On the other hand, praise that comes from a righteous, humble, and loving heart is a delight to God. If it were possible, it would make God’s life happier and fuller. He regards a people who worship him in righteousness and love as a special treasure, and he is pleased to dwell among such a people. Acts of service that are offered to him out of a humble heart are pleasing to him, but he doesn’t need them any more than a mother needs the gift of a half-depetalled dandelion from her young child. But that loving mother will take the meager offering of her child, arrange it, and put it in a vase, and suddenly that little flower of the field has become a dining table centerpiece. She values the gift even though she didn’t need it, and the way she shows her value for it is by taking it and making something more out of it with the child still having a part in the final product. This is the way our gifts are to God. Anything we offer, regardless of our skills or talents or resources, is just like that pathetic flowering weed. But God treasures it because it comes from our heart, and he shows his appreciation by taking our meager gift and making something so much better with it. What he makes of our gift is something only he could make, but the reason he made it is because we offered it, so we in turn get a special joy from the end product because we have a share in it.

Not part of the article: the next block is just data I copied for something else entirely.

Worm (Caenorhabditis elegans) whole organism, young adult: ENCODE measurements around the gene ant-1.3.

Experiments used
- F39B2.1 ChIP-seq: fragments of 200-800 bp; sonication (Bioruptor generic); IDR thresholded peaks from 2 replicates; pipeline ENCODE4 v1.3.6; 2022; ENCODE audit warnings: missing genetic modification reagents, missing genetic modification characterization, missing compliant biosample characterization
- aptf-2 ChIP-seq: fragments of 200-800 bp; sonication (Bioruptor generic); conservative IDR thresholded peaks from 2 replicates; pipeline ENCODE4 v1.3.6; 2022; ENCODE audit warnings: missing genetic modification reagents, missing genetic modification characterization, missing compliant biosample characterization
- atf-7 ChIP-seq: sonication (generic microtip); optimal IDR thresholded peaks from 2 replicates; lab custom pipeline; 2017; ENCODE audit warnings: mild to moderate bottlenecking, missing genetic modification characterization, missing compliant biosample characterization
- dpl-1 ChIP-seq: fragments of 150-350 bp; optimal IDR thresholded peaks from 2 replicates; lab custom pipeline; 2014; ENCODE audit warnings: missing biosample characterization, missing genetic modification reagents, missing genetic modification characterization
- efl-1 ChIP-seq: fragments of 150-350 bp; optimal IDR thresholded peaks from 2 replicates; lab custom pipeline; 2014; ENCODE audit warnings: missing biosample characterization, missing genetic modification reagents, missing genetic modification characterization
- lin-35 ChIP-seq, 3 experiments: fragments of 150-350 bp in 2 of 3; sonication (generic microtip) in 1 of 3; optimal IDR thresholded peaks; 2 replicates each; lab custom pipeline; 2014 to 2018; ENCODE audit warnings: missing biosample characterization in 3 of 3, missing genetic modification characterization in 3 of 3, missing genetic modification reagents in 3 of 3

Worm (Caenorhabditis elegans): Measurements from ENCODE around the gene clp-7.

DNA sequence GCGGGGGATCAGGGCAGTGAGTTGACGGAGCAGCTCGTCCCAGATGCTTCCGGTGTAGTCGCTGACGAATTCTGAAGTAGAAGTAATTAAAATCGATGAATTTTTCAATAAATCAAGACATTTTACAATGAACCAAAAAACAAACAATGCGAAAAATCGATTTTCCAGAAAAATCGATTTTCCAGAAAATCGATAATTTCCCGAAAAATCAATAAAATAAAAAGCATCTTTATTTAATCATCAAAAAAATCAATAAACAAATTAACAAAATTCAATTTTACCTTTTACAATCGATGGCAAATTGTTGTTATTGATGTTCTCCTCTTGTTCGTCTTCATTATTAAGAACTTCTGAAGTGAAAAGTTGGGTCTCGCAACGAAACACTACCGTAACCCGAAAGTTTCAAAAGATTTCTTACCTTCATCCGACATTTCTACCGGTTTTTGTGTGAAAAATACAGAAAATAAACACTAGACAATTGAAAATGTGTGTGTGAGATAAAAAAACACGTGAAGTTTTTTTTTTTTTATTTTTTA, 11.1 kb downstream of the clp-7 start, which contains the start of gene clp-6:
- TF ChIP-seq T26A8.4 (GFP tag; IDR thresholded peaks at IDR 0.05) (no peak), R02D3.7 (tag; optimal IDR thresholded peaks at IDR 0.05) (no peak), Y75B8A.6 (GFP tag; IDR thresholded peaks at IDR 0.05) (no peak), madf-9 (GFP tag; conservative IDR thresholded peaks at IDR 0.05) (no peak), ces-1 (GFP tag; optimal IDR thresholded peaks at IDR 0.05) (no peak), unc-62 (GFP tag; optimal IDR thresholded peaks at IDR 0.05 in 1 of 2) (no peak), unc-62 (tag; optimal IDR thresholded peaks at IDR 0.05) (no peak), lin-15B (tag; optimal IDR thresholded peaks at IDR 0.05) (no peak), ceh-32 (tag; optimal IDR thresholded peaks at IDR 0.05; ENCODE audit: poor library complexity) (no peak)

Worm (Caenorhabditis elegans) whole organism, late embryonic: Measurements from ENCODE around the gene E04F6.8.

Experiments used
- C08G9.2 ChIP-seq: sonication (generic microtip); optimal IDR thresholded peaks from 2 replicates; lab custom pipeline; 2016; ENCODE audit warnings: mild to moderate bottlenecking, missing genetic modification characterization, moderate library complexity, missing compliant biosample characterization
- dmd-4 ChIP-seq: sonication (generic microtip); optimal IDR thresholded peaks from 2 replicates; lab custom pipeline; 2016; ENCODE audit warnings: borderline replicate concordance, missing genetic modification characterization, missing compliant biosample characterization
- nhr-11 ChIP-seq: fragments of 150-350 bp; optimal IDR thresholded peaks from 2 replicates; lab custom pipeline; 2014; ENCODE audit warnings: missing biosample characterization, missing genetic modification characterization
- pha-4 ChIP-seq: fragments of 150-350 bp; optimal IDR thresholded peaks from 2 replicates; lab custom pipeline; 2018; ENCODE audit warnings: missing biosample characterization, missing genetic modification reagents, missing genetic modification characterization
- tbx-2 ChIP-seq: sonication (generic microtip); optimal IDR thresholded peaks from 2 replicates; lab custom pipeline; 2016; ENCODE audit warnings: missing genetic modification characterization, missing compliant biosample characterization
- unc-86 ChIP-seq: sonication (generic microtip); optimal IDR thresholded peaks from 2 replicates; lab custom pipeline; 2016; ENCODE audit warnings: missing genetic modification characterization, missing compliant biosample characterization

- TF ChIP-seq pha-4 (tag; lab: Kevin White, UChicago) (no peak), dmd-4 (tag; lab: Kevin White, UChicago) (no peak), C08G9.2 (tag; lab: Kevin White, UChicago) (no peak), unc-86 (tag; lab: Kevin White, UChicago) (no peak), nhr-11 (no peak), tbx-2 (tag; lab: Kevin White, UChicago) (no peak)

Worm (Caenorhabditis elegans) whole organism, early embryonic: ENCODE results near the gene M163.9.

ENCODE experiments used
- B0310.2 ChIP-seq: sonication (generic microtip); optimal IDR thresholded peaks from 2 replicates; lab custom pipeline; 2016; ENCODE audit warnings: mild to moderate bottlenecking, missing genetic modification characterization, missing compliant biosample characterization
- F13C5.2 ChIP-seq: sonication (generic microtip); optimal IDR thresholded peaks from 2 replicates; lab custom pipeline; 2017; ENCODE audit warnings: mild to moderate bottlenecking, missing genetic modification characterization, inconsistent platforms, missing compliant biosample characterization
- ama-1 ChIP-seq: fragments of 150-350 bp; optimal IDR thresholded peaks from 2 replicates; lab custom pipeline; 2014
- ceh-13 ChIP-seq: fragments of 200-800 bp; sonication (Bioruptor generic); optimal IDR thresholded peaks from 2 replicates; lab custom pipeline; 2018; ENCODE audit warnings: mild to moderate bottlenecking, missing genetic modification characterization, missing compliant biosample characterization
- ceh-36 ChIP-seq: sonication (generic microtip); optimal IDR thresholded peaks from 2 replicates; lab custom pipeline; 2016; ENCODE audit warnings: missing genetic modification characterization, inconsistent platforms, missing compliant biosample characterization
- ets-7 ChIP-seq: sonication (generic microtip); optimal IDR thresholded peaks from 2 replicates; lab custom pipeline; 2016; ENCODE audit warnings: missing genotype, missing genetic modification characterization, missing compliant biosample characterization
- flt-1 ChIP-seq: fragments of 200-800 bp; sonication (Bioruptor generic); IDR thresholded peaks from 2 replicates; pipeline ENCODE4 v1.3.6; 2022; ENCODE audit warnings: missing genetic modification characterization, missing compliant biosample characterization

This is what Israel’s sacrifices were to God. He didn’t need the sacrifices. In fact, he seems to say in verse 25 that Israel didn’t even offer sacrifices in the wilderness. Now, other parts of the Old Testament seem to indicate otherwise, but we may be able to harmonize these various passages by envisioning sacrifice in the wilderness as a not-fully-realized system: some parts were in place, but others, because of a lack of infrastructure and facilities, were not. Regardless, the point is that God is saying “My relationship with you has nothing to do with your sacrifices and festivals, and it never has. That’s all secondary. Your sacrifices are only meaningful to me as a gift emerging from our love for one another.” When offered in obedience and righteousness, the meagerness and ugliness of animal sacrifice was transformed by God into a rich and beautiful image of forgiveness as it was fulfilled in Jesus. But without obedience and righteousness, animal sacrifice was meager, ugly, and empty of meaning.